Fundamentals of Illustrator IV: Appearances, Graphic Styles & Layers | Brad Woodard | Skillshare

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Fundamentals of Illustrator IV: Appearances, Graphic Styles & Layers

teacher avatar Brad Woodard, Illustrator + Graphic Designer

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Taught by industry leaders & working professionals
Topics include illustration, design, photography, and more

Watch this class and thousands more

Get unlimited access to every class
Taught by industry leaders & working professionals
Topics include illustration, design, photography, and more

Lessons in This Class

7 Lessons (44m)
    • 1. 1. Introduction: Create a mixed media collage

      2:43
    • 2. 2. Appearance Panel

      7:32
    • 3. 3. Layers

      11:07
    • 4. 4. Actions

      4:52
    • 5. 5. Graphic Styles

      6:53
    • 6. 6. Masks

      10:28
    • 7. Explore Design on Skillshare

      0:37
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About This Class

Adobe Illustrator is an incredible design application, one that has limitless potential for translating your creativity into beautiful graphic formats. The sheer amount of tools and effects can be daunting, however, leaving beginners intimidated and confused without a starting point. This class will not only provide a foundation for working with Illustrator, it will get you started on the path to harnessing the application's power!

This class, which is the fourth of a four part series on the Fundamentals of Adobe Illustrator, will provide in-depth insrtuction and understanding into the tools in Illustrator.

Be sure to enroll in my complete Fundamentals of Illustrator Series: Fundamentals of Illustrator I: The First Steps to Becoming a Pro Illustrator, Fundamentals of Adobe Illustrator II: Paths, Shapes & Type, and Fundamentals of Adobe Illustrator III: Colors, Swatches & Patterns.

Meet Your Teacher

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Brad Woodard

Illustrator + Graphic Designer

Teacher

 

I am a graphic designer and illustrator raised in the Great Northwest, now living in Boise, Idaho with my wife and two little kids. After graduating with a BFA in graphic design, I started my career as an information designer and illustrator at Column Five Media. The digital illustration courses I took in college paid off, as I found that more and more clients were requesting illustration work in their designs. Merging both skills together I have been able attract all types of work, including my work in advertising at Arnold Worldwide.

Now, my wife and I run our own design and illustration studio full-time, named Brave the Woods. We also started the company Artists for Education, which brings artists together to create beautifully designed, educational artwo... See full profile

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Transcripts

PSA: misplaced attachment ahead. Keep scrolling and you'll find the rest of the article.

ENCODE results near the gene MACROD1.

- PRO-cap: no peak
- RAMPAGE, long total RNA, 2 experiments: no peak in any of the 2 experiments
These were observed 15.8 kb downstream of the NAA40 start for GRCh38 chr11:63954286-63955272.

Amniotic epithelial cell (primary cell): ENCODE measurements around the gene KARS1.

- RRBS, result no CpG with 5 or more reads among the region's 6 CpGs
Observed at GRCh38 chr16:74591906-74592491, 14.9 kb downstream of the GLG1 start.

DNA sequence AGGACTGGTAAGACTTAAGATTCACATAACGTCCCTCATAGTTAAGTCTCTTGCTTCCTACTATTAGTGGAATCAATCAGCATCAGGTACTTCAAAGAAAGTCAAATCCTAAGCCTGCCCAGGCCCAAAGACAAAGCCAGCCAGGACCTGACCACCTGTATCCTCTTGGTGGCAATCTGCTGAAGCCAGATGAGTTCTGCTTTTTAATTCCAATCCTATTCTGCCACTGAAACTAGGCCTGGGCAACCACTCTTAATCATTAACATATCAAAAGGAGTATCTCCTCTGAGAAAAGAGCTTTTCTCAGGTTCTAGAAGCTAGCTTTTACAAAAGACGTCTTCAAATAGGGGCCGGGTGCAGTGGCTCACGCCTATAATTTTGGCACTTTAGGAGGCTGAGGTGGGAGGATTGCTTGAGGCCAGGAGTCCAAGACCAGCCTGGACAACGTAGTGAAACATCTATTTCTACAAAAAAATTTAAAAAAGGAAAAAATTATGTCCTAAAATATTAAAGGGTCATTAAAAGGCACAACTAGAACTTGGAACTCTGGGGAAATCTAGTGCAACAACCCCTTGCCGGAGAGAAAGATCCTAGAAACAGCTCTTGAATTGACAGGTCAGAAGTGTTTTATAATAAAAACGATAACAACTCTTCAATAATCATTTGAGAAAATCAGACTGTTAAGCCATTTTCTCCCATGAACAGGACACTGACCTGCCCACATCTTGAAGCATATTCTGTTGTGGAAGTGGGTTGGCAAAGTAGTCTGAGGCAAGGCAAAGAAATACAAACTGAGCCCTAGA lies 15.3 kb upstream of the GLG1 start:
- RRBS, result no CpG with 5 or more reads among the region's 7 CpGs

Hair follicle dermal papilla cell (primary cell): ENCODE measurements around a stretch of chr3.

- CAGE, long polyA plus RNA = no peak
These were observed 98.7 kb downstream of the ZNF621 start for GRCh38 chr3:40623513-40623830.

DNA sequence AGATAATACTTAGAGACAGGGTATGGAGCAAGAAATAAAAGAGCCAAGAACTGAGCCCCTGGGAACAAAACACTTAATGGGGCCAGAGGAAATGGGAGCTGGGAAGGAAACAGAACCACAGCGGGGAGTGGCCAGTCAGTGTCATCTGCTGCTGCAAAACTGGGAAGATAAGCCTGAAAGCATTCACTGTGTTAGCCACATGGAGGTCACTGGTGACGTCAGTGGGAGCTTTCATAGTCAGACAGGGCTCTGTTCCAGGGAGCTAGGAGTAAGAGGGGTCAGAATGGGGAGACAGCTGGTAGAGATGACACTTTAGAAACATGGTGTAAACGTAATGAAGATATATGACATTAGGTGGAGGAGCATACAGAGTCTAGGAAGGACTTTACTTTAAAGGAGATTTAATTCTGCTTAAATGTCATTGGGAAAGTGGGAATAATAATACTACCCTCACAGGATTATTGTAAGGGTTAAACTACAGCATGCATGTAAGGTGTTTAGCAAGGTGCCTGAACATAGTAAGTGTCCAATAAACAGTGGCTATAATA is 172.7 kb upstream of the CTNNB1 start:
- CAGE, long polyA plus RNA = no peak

1. 1. Introduction: Create a mixed media collage: Hi, I'm Brad Woodard. I'm one half of Brave the Woods, a design and illustration studio that my wife and I started down here in Austin, Texas. This is the fourth and final course within the four-part series that is Fundamentals of Adobe Illustrator. So, in this course, we're going to be going over some things that sound less glamorous than they really are, and you're going to wish you learn them sooner. So, don't write it off just because of the name, but the project that we're going to be doing is very exciting, and all the things that we're going to be going over what will help you make it. We're going to be creating a collage. In this collage, I'd like you to try to experiment with adding in photography. So, it doesn't have to be your own, but just using photos, maybe some textures, and then your own vector shapes. So, mixing in the vector with some imported photos or textures will be quite nice, and I'll show you exactly how to do that. Because we're going to be going through the appearance panel, which has some tricks of its own. But you also have things called graphic styles, that we'll be going over in that, and being able to save some effects that we apply to our artwork or objects. We can apply them to others, as well as doing things like adding more than one stroke on one object. So, pretty cool. We're going tog be going through layers, and if you've worked in Photoshop, you know layers. Those for me as a professional working with design clients and illustration clients as well. It takes a lot of time. Every time they want to come back and make a lot of edits, or even any edits, if I don't layer my artwork, or I don't set it up, so that I can go back and make changes easily. So, layers will definitely help you do that, and be able to find your work, and fix it, or edit it, or however you need to do it. But then, also, we're going to be talking about masking, which will come in very handy for your collage, and able to take textures, or photos, or patterns, and then being able to mask them, being able to crop them into a specific shape or what have you. So, that'll be fun, and then we'll be talking lastly about actions. That's just a way to, again, if you use Photoshop, it'll be the same thing. A way to save some series of functions that you've done, and it'll apply it again in one click of a button to another object or another project. So, some very cool things coming up. I'm excited to be working on this with you, and to go over these last few elements, and round off your overall experience, brand new experience to Adobe Illustrator. So, looking forward to having you in class. 2. 2. Appearance Panel: The appearance panel in Adobe Illustrator is one of those tools about everybody uses, but I'm not sure everyone understands its full capacity, its full potential to help you out on your design. So, let me walk you through it, and maybe uncover some things that you haven't known about it before. If you're brand new to Illustrator, then this will all be new, and you'll be ahead of the curve because you know how to use it, and use it to its fullest. So, let's walk through it. Now, you can go to Window always and find what you need to have it, that's if you don't have it in your toolbar already. I do, it looks like the sun over here. I click on it. What it's going to do, is it's going to give you, it's basically what it says, it's the appearance, so it's going to explain what's making up this object? What is it made of? So, if I click on here, it's going to say, "It's full of this fill," and I can change that fill if I prefer a different color. Same thing I can do to up here, you'll notice that it's changing and all the way up here. So, I can do all that and it'll just update it within here. You can work on either one. You can go ahead and change the stroke if you desire. You want to change that, let's make it into a darker stroke, and I can make a larger stroke. Cool cool. Maybe nothing new here, but, maybe this is new. You can take these and you can actually alter just like you would in the layers, which I'm going to go over physical layers, like you would in Photoshop, or we also have an Illustrator, then, I'm going to go over in a following video. But, you can go ahead and layer up within the same object without using physical layers or separate objects, it's all one object which is really neat, in which a lot of people don't really utilize as much as they should or could. Just know that you can reorganize those things in there. Also, you can add more than just what you have, and just rearrange them. You can add an actual stroke which is cool. You don't have to have just one stroke, you can have multiple strokes which comes in handy in things like badges, or even type, which I'll show you in a second. Let's add navy pink so it stands out, and I can drop the width of that stroke. You'll notice that it's right on top there. If I wanted to hide that stroke or I wanted it to be behind it, make it bigger, drop it behind this other stroke. Let's do it right here. I can do that. I can put the fill back on top, whatever I want to do, whatever order, and this is still just that one shape. Pretty neat. I have this and we can also do effects, which is really cool. Like I said over here, back in our appearance panels, we can go down here, there's different strokes. Actually, I'll show you one more thing, there's a different fill as well. I can go in here, and if I want to get rid of this, if I want to get rid of one of these fills, I can always delete them or maybe I like it, maybe, I'm not sure, and I don't want to get rid of it, I can just turn off those layers and just see what I want to see right now. Just kind of like I'm previewing them. But let's just say we have all this fill, I'm going to get rid of these, don't delete, just make sure you get to drag and drop it into the trash can or hit it in the trash can. Let's turn that back on, collect in here. Okay. We're back to square one. So, now I want to take this. We're able to lock and unlock or view and un-view, I guess I should say, your layers. You can also add, if I wanted to add another fill, I can do that or I can duplicate whatever item I have. I could just make another one, and I can go on here and I can make this red. Let's put it on top though. I can go in here and mess with the opacity if I wanted to, or I can just say multiply. You'll notice that it's multiplying it, and I can change the opacity to see how much of it shows through. But the cool thing is, again, this is all one object, no layers, no anything like that. Very cool. What these will actually create, is out of these additions we've made to these objects and how we customize them, you can actually save those into what we call graphics styles. Then, I take that graphic style and I can apply that to any other shape that I create if I so choose. That's a really really neat function that we're going to talk about in the next video. Keep that in mind. Okay, let's go back, maybe I'll show you how to use an effect. Go back to our appearance panel, and on this scale let's go in here and click on fx. Now, there's a lot of effects within Adobe Illustrator, but I don't have the time to go through every single one of them, and really, it wouldn't help you as much as you think it would, because each project requires maybe a combination of multiple effects if you're trying to achieve a certain look on something, you're going to do a whole slew of other effects and stuff like that. You can look up those specifically for tutorials on certain looks that you're trying to achieve. But for now, I just want to show you that they're here and they're available, and what we do when we actually use one. We can apply an effect to this. Let's use the flag effect since this Jolly Roger is a flag, and we'll go ahead and I can manipulate that a little bit however I choose, and then I can click okay. You'll notice that that is now another effect, it's like another layer and I can turn that off if I wanted to. I don't want to look at that right now, I want to look at it normal, and I can edit this object, for one, I want to make the eye bigger. I can do that, but I still have this, and it will make that change, and it will make the effect work with the new art. Now, type is another cool one. Now, this is the last thing I'll show you with appearance panel, grind this in the ground too much. But if I go into Type, I can click on the cool thing. Let me just change the affect to stylize. Let's do another work. Let's do rise preview. Although kind of crazy with it. Now, I hate destroying types, I wouldn't do this in a normal project, but I just want to show you something. Okay, very cool. I'm going to add another stroke to this to fill. I want to add a stroke to this. Okay. Let's make it blue. Get that point size up. Now, it's covering it, so, easy enough, I can just take it and drop it below the fill, that I do that right now. I take that stroke and put it behind. There we go. Now, it's sitting behind it. Now, I made all of these changes. Coolest thing about this, is this part right here. Click on it. Changeroo, wait, Changeroo, changeroooo. I can go ahead and do whatever I want to this type. I can resubmit a whole different word or edit it or whatever, and it'll save all those settings to it. Super cool, super handy. I hope that helps. Thank you. 3. 3. Layers: Well, it's about time we started talking about layers. We've talked about the different ways that we can put objects on top of other objects and organize them. We will review it a little bit here just so it's fresh in your mind. But basically, if you've ever worked in Photoshop, you'll know exactly what to do here with these layers. It's extremely similar, and it's just a way to have better control over your illustration work. So, edits can be a lot easier for you if you have to change only one element, you can easily find it, and you can label things very easily so that everything's categorized and even if you don't know where it's at, I can help you find it. There's tools within Illustrator that make your life a whole lot easier. So, let's go ahead and talk about, first, a little review going over the Arrange function in Illustrator. So, without actually creating separate layer files and the layer file so you know, is right over here that the double stacked square is there, and that's that your layers and again you can find it in Windows. But if you go and take a shape so is review, let me get rid of this for second. I'm going to have this shape right here as its own shape. All these things are their own shape, this one was a group of shapes. Maybe I want to take this circle right here, and I want to move it forward to the very front, so it will only be in the front of whatever layer I have. So, this is the bottom layer, so if I scoot back a little bit, you'll see that that's its own layer, that parts the bursts so their own layer, and a little details of their own layers. So, you know where things are. So, I'm on the bottom one, so it will only go to the top of that bottom layer. It's a layer within a layer, it's like inception. So, can get a little bit confusing sometimes, but if I go right here and I right click on my shape that's highlighted already that I already have selected, I'll go to Arrange and then bring to front. I'll bring it to the front because this one you'll notice that it doesn't go all the way to the front because it's only to the front of that layer. So, if I took this whole layer and dragged it, I don't want to put it underneath there, I take it and I put it to the very top there. You'll notice that it's now on the very, very top. That was just because it's the top layer. So, now that we're all confused about layers, let's break it down a little bit and make it easier. I made this snowflake here so we have a good example of a complex illustration and I've separated in into layers. So, like I showed you, everything, these are all separate layers, but within each one. So, in a layer here you can go and see what makes up that layer because obviously there's lots of different elements that are within that. So, within this single burst straight here, a little baby guy, it's showing you all the shapes that go into making it. It says it's grouped, which means you'll see it says group right there. So, that just means I've grouped that and it's giving you the breakdown. So, this is what makes up that group, all those paths. You can do the same thing with the burst. You can break it down into all of its tiniest little elements and find all the details and you can manipulate just certain aspects of each one. So, really cool, a lot of control, and you can have more or less control depending on how you like to work, or what's too confusing, or what have you. So, that's the basics there. You can make new. So, let's just make layer. So, if you're going to start and make your own layer, a lot of times people build in-layers. So, I have a harder time building in-layers because I don't think of it as much. I have to make them afterwards. but we'll do both ways. So, if I'm building a layer, I'll create one here, I'll click the little Add a New Layer icon, and you'll notice that it pops there and then I can move that wherever I like. Let's say I want this on the top. So, now if I make another shape, let me make it a different color so you can see it. Now, if I make a shape, anything I create from here on out is going to be in layer four. I can get rid of that, I can get rid of that layers by hitting the trash can. But let's say I wanted to add something to this one, you can go ahead. If you have it highlighted, anything I make is just going to be added to that exact layer. So, that's how that works if you're going to be making one from scratch. Now, if I had something, if I had this and this is all on one layer, I could take elements, I could copy them, and then delete them, start a new layer, may open it at the very bottom. I just hit Command-F to paste in place. It will put it exactly where I had it on the other layer, but now it's in its own new layer. So, that's how I end up creating things just because I'll make it and then I realize, I probably should have had this in separate layers just to make my life a whole lot easier. Let's go over here and let's make sure we have so we can create a new layers appear as well. You can create sub-layers. Make sure you have one of these highlighted. You can go to New Sublayer, and I'm going to create more, a whole new section underneath it. But I don't like to work with sublayers, it gets a little bit too complicated, so I don't deal with them. But if you choose to, go ahead, it just gives you more control. Let's go back on another one. So, you can duplicate it and make that same layer, and you can delete it up here. So, most of these options, everything that you have over here will basically be the same thing that you can do over here, or up here. So, you can do the options for the details, you can have it changed, and you can dim the images, you don't have to if you want to have those knocked back a little bit. All the things you can do. You can lock it if you choose, make it as a template, whatever. Those are some options that you have available or rename it there. Let's going to Enter Isolation Mode. Now, there's a few ways to do this, but if I click it right here, basically, what it does is, it just highlights that layer only with that one part within my layers. So, that's just within the details. So, you'll notice that these are the only things that I'm going to work in, so if I try to touch anything else, it won't work. Only the things that are within this layer I'm going to be able to work on. You'll notice that this little pops up only when you're in Isolation Mode. So, if I get out of that Isolation Mode, everything moves back, I can touch anything. So, sometimes it's nice to just be able to focus in on something. Another way to do that is just to click on it, double click on it, and then now you have access to this and now you'll notice that it put another layer of isolation which is you have the groups. So now, I can't touch anything else, only what I double clicked and I highlighted that object. But if I go to Details, then I will open up all the things within that layer, and then if I go completely out, it'll take me back to all the layers. Or I can double click here if I wanted to just to get out of it. Okay. Now, if we go down, so you have Isolation Mode, look at object, but it's already there so, let's talk about it. If I have a certain object in there, I want to find are there other the ones like it, but I don't want to have to go- I know where they're, but maybe I don't want to have to go and click each and every one of them, to highlight them. Sometimes it's nice just to go to hit Locate Object and it'll show to you right in here, and it will give you all the details about it. So, it'll show you exactly where it's at, and all the details. So, that can be extremely helpful and that's what Locate Object is. Now, if we want to merge, you can merge different layers, which can be handy. If you decide that those don't need to be separated anymore, you can merge them into one and it will take the name of whichever one you have highlighted. So, if I have details highlighted first, if I go ahead- sorry, it's the last one you click on. Caught me lying right in the middle of that. So, whichever one of the last one you clicked, it's going to keep that name, and it'll merge those layers together. You can flatten all your artwork and get rid of the layers completely. Sometimes people like that. If they want to save it as a separate AI file, they can flatten their artwork just to save on space, the file size, make it a lot smaller and send it out for print or for whatever. That's an option. But make sure you just save another one just so you have the layered version and your flattened version. You can collect in a new layer. That's just clicking on multiple shapes within your design, and then just say Collect in a new layer, and it will make it in its own layer. So, it'll take those elements and just put them in their own layer, which is nice. Now, Release to Layers, this is just one way to confuse you a little bit more. It really is to give you a lot more flexibility with working with the new layers but you can go like that. It will break it all into these separate layers. It'll take that layer, break it down to a whole bunch of layers. Too much information for me. I'm not a fan, I like it to be all underneath in the one layer. But you can definitely do that and you can do the opposite with the build, or you can make it into a template right here. Let me highlight it so you can see it. I can make it into a template or you can hide others, you can outline others, which is nice. So, if we wanted to hide, we clicked on Hide Others, it would hide all the other ones besides the layer that you're on. You can do that or you could outline the others, which is nice as well because then they're all outlined and you can see what they're made of and you can see that they're there, but the colors are all knocked out and the widths and anything like that it makes a whole lot easier for you to just focus on what you're focusing on, which is maybe just this layer, another option there. You can lock other layers if you so choose. Then, you have your Paste Remembers Layers, which is kind of cool because you have a layer in another job. Let's just say, let's open up another project and I have this square and it's in this layer. I have Paste Remembers Layers on. So, if I was going to take this object, copy it. I always do Command-C as copy, so id you didn't see that, it's just copy, bring it over here and then I'm going to paste it. So, I'll paste it and you'll notice that it's on its own layer, it remembered that layer and remembered its name. So, a nice little tool that you have to go in there. Then, you have your Layers Panel options. That is the Layers Panel. You know how to make them, you know how to manipulate the artwork that you have and be able to work on all the layers. So, I'm looking forward to continuing on for the next video. Thanks. 4. 4. Actions: For those of you who are familiar with Photoshop, you're probably familiar also with Actions. Now, in Illustrator, Actions work the exact same way. They save up all the different moves or changes that you've made to your art, saves that and then whenever you want to use it on another piece of art to do the exact same thing, it saves up all the steps you may have done, and then plays that all within one click of a button. So, you can save a ton of time. I'm going to show you a really easy action just, we'll make a quick one, so you know how to make your own folders and be able to apply these. So, I have a couple of shapes here, I'm going to make something happen here. So, let's go find our action first, it looks like the play button. You have all these little folders in here and these are full of different actions. Now, these are the Illustrator defaults here. I can go ahead and click and you can see that this action says, if I go down below it, it just has one simple move, it was just change the transparency to 60 percent. So, I'm going to go ahead, click on it, and then I can click Play. That's how I use an action and it applies it to whatever I had highlighted. So, if I go back, I can go and do that with, there's a bunch of different kinds. I have this one as well it applies a default style. So, let's go ahead and push Play on that, and then this is the style that I had defaulted to, so it's just the white fill and a black stroke. So, that was something that was created, made and then saved. So, it's a combination of a few things that we've gone over and been able to save like your swatches, but this can save a series of different things from colors, to moves, to the textures or to effects, all types of different things like that. So, let's go ahead and create one out of what we have here. To start, let's make the folder here, let's create a new set. Let's call this our test set. Go ahead. Then, I want to create my first actions, so I'll go ahead and create a new action, I'll name that action. I want to name it knockout because I'm going to knock this shape out of that shape and it's going to be under this set, test set Then I go ahead and click Record. So, now I'm recording. So, anything you'll notice that if I move this at all, it's going to record that move and it's going to apply it to whatever I click on next time. So, if I just save that, I could have it, it would stay that way, and it would apply that, it would just have whatever I have here and move it up just a little bit. But, I'm going to keep going. So, I want to knock this out of here. So, let's highlight both of these things. Let's go to my Pathfinder down here. Let's go to minus front, knock that out, then I go back up to my Actions. It's still planes, so I'm going to stop it, and then once I have that, so now I have my test set. When they go down and go to now I have knockout and that's a whole new action that I've just created. I'm going to delete this. I want to put any two random shapes here. Let's go and just put two other random shapes. No, they'll have to be the same thing. But, I want it to do exactly what I did in the last with those last two shapes. I want to have that exact same set of commands done here. So, let me go ahead and get this. I'm going to make this a little bigger here so you can see. Then, I'll highlight both of these and then I went on Knockout, click Play. Move it around did all those little moves that I had. Then, it knocked out that last one, the shape on the top knockout of the bottom shape. That is how you use an Action. Then you can save as many actions as you please and save those and save yourselves a lot of time. One other timesaver I want to show you really quick would be creating shortcuts. Now, you have your short keys. If I open up anything here, well, let me just bring my spring out of shape, so it has something to work with. Okay, so I have object. You'll notice that on the right hand side it'll show the shortcut if it has one. You go over here, you'll have it right here, more shortcuts. I want to create my own shortcut, so I can go over here. So nice, it doesn't have what I want. I want to customize them to something it's a little easier maybe I have a specific thing that I want to set. You can go to Edit, go all the way down and go to Keyboard Shortcuts. In your Keyboard Shortcuts, these are the Illustrator defaults that I use. But, if you wanted to, you can go into and you can change those individually or if it doesn't have one, you want in a group selection, you wanted to add one, you could add the letter there or whatever command you would like. Then, it would save that and then you can use that throughout working. So, that's just another added time saver I thought I'd throw in there that I haven't mentioned before. So, yeah, go ahead and play around with your actions and see how much time that can save you. 5. 5. Graphic Styles: All right, so as I promised, we're going to be going over Graphic Styles, how to save them, how to create them, and overall how to use them because Graphic Styles are basically swatches that save all the attributes of your object that you've created. So, for example, let's use our Appearance Panel. I'm going to click on this object here, has a drop shadow, has a couple of different strokes on it, on this star that I've created, hideous as it may be, it will serve its purpose here. So, let's go over to the Appearance Panel like we are now familiar with and we can go down and see all the different details. There's a drop shadow, there's a stroke, and all these different things, not super complex but there's enough going on that you'll not want to have to memorize exactly the point size of your stroke and exactly what opacity you used on the drop shadow. Lots of things, just so you can save it, is super handy. So, lets go and go to Graphic Styles, so now like I said, these are the swatches that'll save all of those attributes. Easiest way to create one, so again, if you don't have Graphic Styles open, it should be right next to your Appearance Panel. I was keeping mine right next to each other, but Window, and then Graphic Styles. So, let's take, in order to create our own, let's take what we've made and just drag it over into the Graphic Style, just like we do with patterns, just like we do with everything else, or colors this is how you make your swatches. So, now we have it. Now, you have your own Graphic Style and let's see in practice. So, we just have a flat circle, no stroke on the outside, just a plain black circle. So, we can go ahead and click on the one that we've just created. You'll notice it apply to everything that I had on this star to this shape over here and same over here. It would even do the same thing on your, HELLO, on your type. Now, if I need to edit that, I can double-click to name it but if I need to edit that original one, I can go ahead and do so with the Appearances and then save it again. So, you have all that flexibility to work within. So, now we've learned how to create a Graphic Style and what the purposes for it because it'll save you a lot of time for making a lot of different elements and you just don't want to memorize everything. But if you remember, just as a little to tie it back to one of our lessons earlier, you have the Eyedropper Tool, remember and it does the same thing as like the Graphic Styles if you use it correctly. So, I'm going to take this square back off from that style and I'm going to double-click on my Eyedropper Tool. Right now, if I click on my object I want to have change, and then eyedrop, that means, my Eyedropper Tool on this, it'll create, it'll put the stroke and then it'll put the fill, nothing more. But if I was to take the Eyedropper Tool, double-click on it and then click on the appearance right here, so it'll pick up all of this. It'll pick up the effects, it should pick up transparencies, everything. So, let's go, okay, and then we'll go back over here, do the same thing. You will notice it did everything, picked up all of the attributes of my star here. So, that's just another shortcut way. I just wanted to make sure you knew that those two are, that's how those two go together with Graphic Styles and that part of the Eyedropper Tool, so kind of a neat thing. But I don't always like it turned on just because sometimes I just like the color and I don't want to pull like all the different attributes from it, so I'll just make sure that that is turned off, so I double-click on the Eyedropper. I make sure that's turned off but cool. Now, for Graphic Styles, another cool thing is that Illustrator like everything else. They give you options of libraries, full of different effects that you can use or Graphic Styles I should say. So, they're not beautiful and rarely do I ever get it. I don't think I've ever used one straight out of the box here and just picked one and then fine with it. But what it does do is, it allows me to go ahead and use those for kind of pick apart and to see how it was built and then I can alter it myself. So, let me move this up here so you can see what I'm looking at. I want to keep it all on screen. Okay, so if I go down here, I can go ahead and see that there's some Graphic Styles that are already pre-made. If I want to go into, I'll just do one. Buttons and rollovers is one that may come in handy so you can see how they did, made like a concave or convex surface, so they added a sheen on this side. Sometimes, it's nice if you're working in that way and so I can click on one of my objects and then you'll see that it does that for you. So, play with it and use it at your own risk, I guess. It's just if you need the help, it's there for like this HELLO here, you can use one, the neon lights, figure out how that's made, can be neat effect but, yeah, so okay. Now, that we've exhausted everything related to that, let's put it back in here. Okay, so I want to go ahead and I like the styles that I have here and I want to bring them into another file or want to send it to a friend. Same thing as we did with the swatches, exact same thing. You can go in there and you can save your Graphic Style library. So, I can go in here and say, Graphic Styles. I'll just save it to my desktop. Now, all I have to do is go open, desktop. Where did I put it? Probably should have set out a little better. Okay, Graphic Styles. All right, so now that we have the new file, you'll notice that all your Graphic Styles are saved. Before, if I was just to open up a new one, just randomly, those won't be there. Okay, so there you have it, Graphic Styles, use them, they'll save you a lot of time, they're very, very handy and again, remember that the Eyedropper Tool can do the same thing as picking up as a Graphic Style swatch or however you want to call it, can be created. You can use it the same way so, all righty. Have fun, thanks. 6. 6. Masks: Clipping Masks are great for patterns or textures, pictures, any of those types of things that you want to fit into a certain shape, want it to conform. You need to have a layer mask which has to be a vector shape. So, it sounds a lot more difficult than it is. It's very simple. So, let me show you. If we take a photo that I've just imported from my Facebook. So, here's my son Hezekiah, and so basically what we're going to do, is maybe I just want to take in this much of the image. I don't want him to be in this square but I also don't want to cut out that part of the image, I just want to be able to see and focus on one area. So, what I do is I just take a basic shape and make sure it's on the top layer, it needs to be on the very top. So, I'm going to go ahead and put this over top. Then you can resize it however you like to fit over the image, and if you can't see it, can hit your shift X to go into your stroke and no fill. Will go over here and make sure that you don't need to have a stroke or anything on these. So, I'm going to shrink it down maybe to about, about there is good, maybe that's what I would like. So, I'm going to go back fill it in, I'm going to just go over and highlight both of those things, and then I need to go to my object. Let's go down here to clipping mask and then hit Make, and there you go. So, it didn't actually get rid of any of this information in the photo. So, if I double-click on it, I can see that I can move that photo around in there and rearrange it how I please with that mask staying intact. But if I were to click on the actual vector, it'll change that, you'll be able to move that instead of the image. So, you can still have control by going into your isolation modes which is good. So, if you want to release this, I can go on it and I can right-click, and it just says release clipping mask or I can go to my object, go back down and just go to release, and you'll notice that I have my image still here, if I hover over here you'll see that I also have that oval. That oval's just took out the fill and the stroke. It's just what it does with the Illustrator. So, it's still there. If I want to see it again I can go over and actually a good way to do, it would be going to your view and just going to outline and then you can see clearly where it is and you can click on it. I'll bring it down here and I go back to my preview mode, get out of outline and then I can give this a fill once again. So, very easy to use, just plop it on top. Make sure it's a vector that you're using as your stencil basically and then it will go ahead and fill that in there. So, same thing with the texture. If you wanted to add, skew a little bit of color to this, maybe I wanted to, there we go. Yeah, that's fine, whatever, doesn't really matter where the color is. So, we'll do the same thing over here, I'm going to bring that over top, that I'm going to copy this though. Bring it back down here, just so I can have it as a reference over here. So, now it's on top, I'm going to highlight both of these. I can right-click it and now that we know how to do that, it's quicker, we can make a clipping mask and I'll do it now, notice that'll take out the color of the shape. If you want that color to be under there still, another way that you can do this is by taking your shape on top and then copy it. So, in this case, we're going to have to merge these layers here. Let's go ahead and merge these layers which we now know how to do. So merge this selected layers. Okay. So, now I'll bring this over top and then I need to have one on top, we basically have to sandwich whatever you want in there. If you want to have this color stay there, so I still want that green color, I just want this texture to be cut out inside this circle but still have the green background. So, a way to do that, you can just do, now hit command C, you want to copy it and then you hit Command F. Now, you have two, but let's take that and let's send this one all the way arrange and send it straight to the back. So, now it should be there as this circle on the bottom, textures in the middle, and then we have another circle on the top. Highlight all three, let's right-click again. We have make clipping mask, and there you have it. So, now you got to keep that color under there. A lot of times I use that for what I'm illustrating because I like to have the texture on a specific part of my illustration and it keeps it all nice and neat in there. You can see that I can manipulate all these separate elements within that clipping mask. So, it's super handy, I use it quite a bit especially when I'm bringing in textures and I can go ahead and I can copy that and add, maybe I want it to look a little bit more like that, but very cool, like all of them you can right-click and you can release that clipping masking all those pieces again. Generally, opacity masks work the same way clipping masks work. In just generally, just in how you would actually create them and be able to work with them. The difference is you don't have to be working with a cut and dry shape, I'll explain. First of all, when you're using opacity masks, you're going to be working with grayscale basically. So, if you're going to be working with it or you're going to have to use whatever you put on is white or is a grayscale gradient or whatnot. So, for the first one we'll take this picture of my son again. We'll go ahead and just do a circle here. So you already saw it was like with the clipping mask. Let's take this circle and let's give it an effect. Let's give it a Gaussian Blur which actually I've already opened it up before but it's right here under the effect Blur, Gaussian Blur and so preview and I give it quite of few, well let's give it a little bit of a soft edge. You'll see what I can do here. So it doesn't have to be as cut and dry edge when you have this. So, let's do the same thing we would with a clipping mask, let's just highlight both of these, remember this has to be on top. So, what we'll do is we'll go over to our transparency panel over here on the right. You'll notice that there's a make Mask section here as well. So, let's go ahead and click on that and you'll notice that it's now vignetting the image, and we don't have that cut and dry edge on there. So, you can see potential uses for this and you can have a little bit more flexibility in that realm. So, pretty neat. Okay. Now let's go over to if we had just a full image. Let's see what we can do. We can make this into, if we want it to be like a gradient version where the parts where it's becoming more opaque and more transparent and other portions we can do that. That comes in handy when you're trying to layer colors, or textures sometimes. Let me just show you how to do that. So, let's take a rectangle and go over this image here, will cover, remember has to be white or gray scale gradients. So, let's go over to our gradient right here and let's click on just the standard gradient right there, white to black. Then we'll highlight the whole thing, we'll go back over to our transparency panel and we'll go make mask and there you have it. So, I hit a little vector circle behind there just so you could see that it's now transparent. So, it's taken this image and it's making it transparent but not completely on both sides. This isn't turning it white or anything like that. That's when it's lighter there that's just means it's more transparent. So, if I go back over here, you'll see that it's less transparent in those areas where you have the black. So you can manipulate that however you'd like by go back to your transparency, make sure you click on your gradient. So that it has that highlighted, go to your gradient file there, or your gradient panel and then you can go ahead and change that. So, remember more white is going to be your transparency. So, you can play around with those and figure out where you want that to be more exposed or less exposed. Okay. So, then the last thing here with the opacity masks. If I was going to take this. So I have that same texture or that same art that I had before. Then I'm going to have these words on here that I want to have knocked out here, but I want these to be more transparent. So, I want to take this but I also want to use a gradient in there. The way you can do that would just be taking it and making these also with a gradient. Now this would be for each one will have their gradient applied to each of these letters, a way around that would be if you wanted to make it into a compound path. Go up to Object, Compound Path and you make it. So, what that does is anything you apply to here will apply to the span of all these letters, not they won't make these. These aren't individual anymore in terms of if you're going to be masking anything over top of them. For example, I'm going to add that to it now, you'll notice that the gradient now spans all the way across and doesn't divide it by letter, and you can also release that if you'd like. If I release it, it will put it in each one. I'm going to go back I like it like that. Then now that this is on top, I can go ahead and click the background there in this one, go back to my transparency and go make mask and then I have space there with the nice little gradient and they can lay that over top of something else if I wanted to already. I hope that helps there's lots of different things that you can play around with there. So, go have fun. 7. Explore Design on Skillshare: way.